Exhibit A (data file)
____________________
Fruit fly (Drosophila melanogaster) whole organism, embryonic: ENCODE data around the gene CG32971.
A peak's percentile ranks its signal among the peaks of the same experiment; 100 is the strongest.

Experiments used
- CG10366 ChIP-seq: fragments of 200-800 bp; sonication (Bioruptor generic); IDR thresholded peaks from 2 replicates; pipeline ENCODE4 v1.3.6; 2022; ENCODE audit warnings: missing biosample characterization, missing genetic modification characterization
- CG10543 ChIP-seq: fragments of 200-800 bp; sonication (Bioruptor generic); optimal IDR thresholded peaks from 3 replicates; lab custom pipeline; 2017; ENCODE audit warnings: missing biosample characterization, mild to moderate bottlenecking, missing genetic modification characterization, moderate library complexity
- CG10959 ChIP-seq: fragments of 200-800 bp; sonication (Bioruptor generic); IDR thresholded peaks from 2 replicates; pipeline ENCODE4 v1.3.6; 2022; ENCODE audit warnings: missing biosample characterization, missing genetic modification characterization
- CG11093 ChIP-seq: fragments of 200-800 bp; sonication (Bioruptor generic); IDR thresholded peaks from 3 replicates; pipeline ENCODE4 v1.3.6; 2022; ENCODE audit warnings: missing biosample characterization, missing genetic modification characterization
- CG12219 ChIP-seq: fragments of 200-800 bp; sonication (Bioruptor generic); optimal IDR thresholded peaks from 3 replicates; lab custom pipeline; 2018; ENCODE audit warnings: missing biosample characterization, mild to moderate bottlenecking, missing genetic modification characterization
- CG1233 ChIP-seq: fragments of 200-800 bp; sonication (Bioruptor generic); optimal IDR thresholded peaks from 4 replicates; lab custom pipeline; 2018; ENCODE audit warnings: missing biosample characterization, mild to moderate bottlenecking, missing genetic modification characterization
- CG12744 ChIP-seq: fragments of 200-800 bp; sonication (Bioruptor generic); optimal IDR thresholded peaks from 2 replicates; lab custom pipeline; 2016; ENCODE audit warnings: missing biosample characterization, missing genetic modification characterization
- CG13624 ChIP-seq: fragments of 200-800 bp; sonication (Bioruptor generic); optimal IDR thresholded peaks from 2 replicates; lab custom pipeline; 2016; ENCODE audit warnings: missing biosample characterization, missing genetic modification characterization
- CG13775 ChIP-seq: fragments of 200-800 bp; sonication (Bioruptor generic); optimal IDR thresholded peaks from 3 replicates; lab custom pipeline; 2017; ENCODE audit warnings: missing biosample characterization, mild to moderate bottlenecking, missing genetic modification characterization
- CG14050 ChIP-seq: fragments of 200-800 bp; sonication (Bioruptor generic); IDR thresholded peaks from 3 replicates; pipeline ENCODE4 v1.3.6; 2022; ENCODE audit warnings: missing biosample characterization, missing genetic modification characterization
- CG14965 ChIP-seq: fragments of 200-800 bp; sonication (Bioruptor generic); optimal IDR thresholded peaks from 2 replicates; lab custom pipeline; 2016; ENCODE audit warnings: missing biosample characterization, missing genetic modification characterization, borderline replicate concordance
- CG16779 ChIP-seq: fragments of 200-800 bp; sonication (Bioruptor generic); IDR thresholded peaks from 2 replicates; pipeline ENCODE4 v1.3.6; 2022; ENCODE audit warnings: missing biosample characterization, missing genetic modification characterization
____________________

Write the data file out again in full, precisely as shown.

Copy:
Fruit fly (Drosophila melanogaster) whole organism, embryonic: ENCODE data around the gene CG32971.
A peak's percentile ranks its signal among the peaks of the same experiment; 100 is the strongest.

Experiments used
- CG10366 ChIP-seq: fragments of 200-800 bp; sonication (Bioruptor generic); IDR thresholded peaks from 2 replicates; pipeline ENCODE4 v1.3.6; 2022; ENCODE audit warnings: missing biosample characterization, missing genetic modification characterization
- CG10543 ChIP-seq: fragments of 200-800 bp; sonication (Bioruptor generic); optimal IDR thresholded peaks from 3 replicates; lab custom pipeline; 2017; ENCODE audit warnings: missing biosample characterization, mild to moderate bottlenecking, missing genetic modification characterization, moderate library complexity
- CG10959 ChIP-seq: fragments of 200-800 bp; sonication (Bioruptor generic); IDR thresholded peaks from 2 replicates; pipeline ENCODE4 v1.3.6; 2022; ENCODE audit warnings: missing biosample characterization, missing genetic modification characterization
- CG11093 ChIP-seq: fragments of 200-800 bp; sonication (Bioruptor generic); IDR thresholded peaks from 3 replicates; pipeline ENCODE4 v1.3.6; 2022; ENCODE audit warnings: missing biosample characterization, missing genetic modification characterization
- CG12219 ChIP-seq: fragments of 200-800 bp; sonication (Bioruptor generic); optimal IDR thresholded peaks from 3 replicates; lab custom pipeline; 2018; ENCODE audit warnings: missing biosample characterization, mild to moderate bottlenecking, missing genetic modification characterization
- CG1233 ChIP-seq: fragments of 200-800 bp; sonication (Bioruptor generic); optimal IDR thresholded peaks from 4 replicates; lab custom pipeline; 2018; ENCODE audit warnings: missing biosample characterization, mild to moderate bottlenecking, missing genetic modification characterization
- CG12744 ChIP-seq: fragments of 200-800 bp; sonication (Bioruptor generic); optimal IDR thresholded peaks from 2 replicates; lab custom pipeline; 2016; ENCODE audit warnings: missing biosample characterization, missing genetic modification characterization
- CG13624 ChIP-seq: fragments of 200-800 bp; sonication (Bioruptor generic); optimal IDR thresholded peaks from 2 replicates; lab custom pipeline; 2016; ENCODE audit warnings: missing biosample characterization, missing genetic modification characterization
- CG13775 ChIP-seq: fragments of 200-800 bp; sonication (Bioruptor generic); optimal IDR thresholded peaks from 3 replicates; lab custom pipeline; 2017; ENCODE audit warnings: missing biosample characterization, mild to moderate bottlenecking, missing genetic modification characterization
- CG14050 ChIP-seq: fragments of 200-800 bp; sonication (Bioruptor generic); IDR thresholded peaks from 3 replicates; pipeline ENCODE4 v1.3.6; 2022; ENCODE audit warnings: missing biosample characterization, missing genetic modification characterization
- CG14965 ChIP-seq: fragments of 200-800 bp; sonication (Bioruptor generic); optimal IDR thresholded peaks from 2 replicates; lab custom pipeline; 2016; ENCODE audit warnings: missing biosample characterization, missing genetic modification characterization, borderline replicate concordance
- CG16779 ChIP-seq: fragments of 200-800 bp; sonication (Bioruptor generic); IDR thresholded peaks from 2 replicates; pipeline ENCODE4 v1.3.6; 2022; ENCODE audit warnings: missing biosample characterization, missing genetic modification characterization